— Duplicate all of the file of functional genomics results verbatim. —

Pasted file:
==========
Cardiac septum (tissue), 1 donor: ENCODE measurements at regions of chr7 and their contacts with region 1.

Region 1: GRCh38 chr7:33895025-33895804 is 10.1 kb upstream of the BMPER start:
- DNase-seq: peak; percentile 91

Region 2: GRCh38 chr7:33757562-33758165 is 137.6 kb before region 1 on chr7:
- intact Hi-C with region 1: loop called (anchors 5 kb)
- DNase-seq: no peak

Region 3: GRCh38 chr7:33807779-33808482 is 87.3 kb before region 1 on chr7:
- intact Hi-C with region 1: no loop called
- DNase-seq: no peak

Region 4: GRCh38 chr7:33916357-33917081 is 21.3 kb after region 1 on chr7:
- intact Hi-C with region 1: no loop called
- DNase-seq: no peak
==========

Cardiac septum (tissue), 1 donor: ENCODE measurements at regions of chr7 and their contacts with region 1.

Region 1: GRCh38 chr7:33895025-33895804 is 10.1 kb upstream of the BMPER start:
- DNase-seq: peak; percentile 91

Region 2: GRCh38 chr7:33757562-33758165 is 137.6 kb before region 1 on chr7:
- intact Hi-C with region 1: loop called (anchors 5 kb)
- DNase-seq: no peak

Region 3: GRCh38 chr7:33807779-33808482 is 87.3 kb before region 1 on chr7:
- intact Hi-C with region 1: no loop called
- DNase-seq: no peak

Region 4: GRCh38 chr7:33916357-33917081 is 21.3 kb after region 1 on chr7:
- intact Hi-C with region 1: no loop called
- DNase-seq: no peak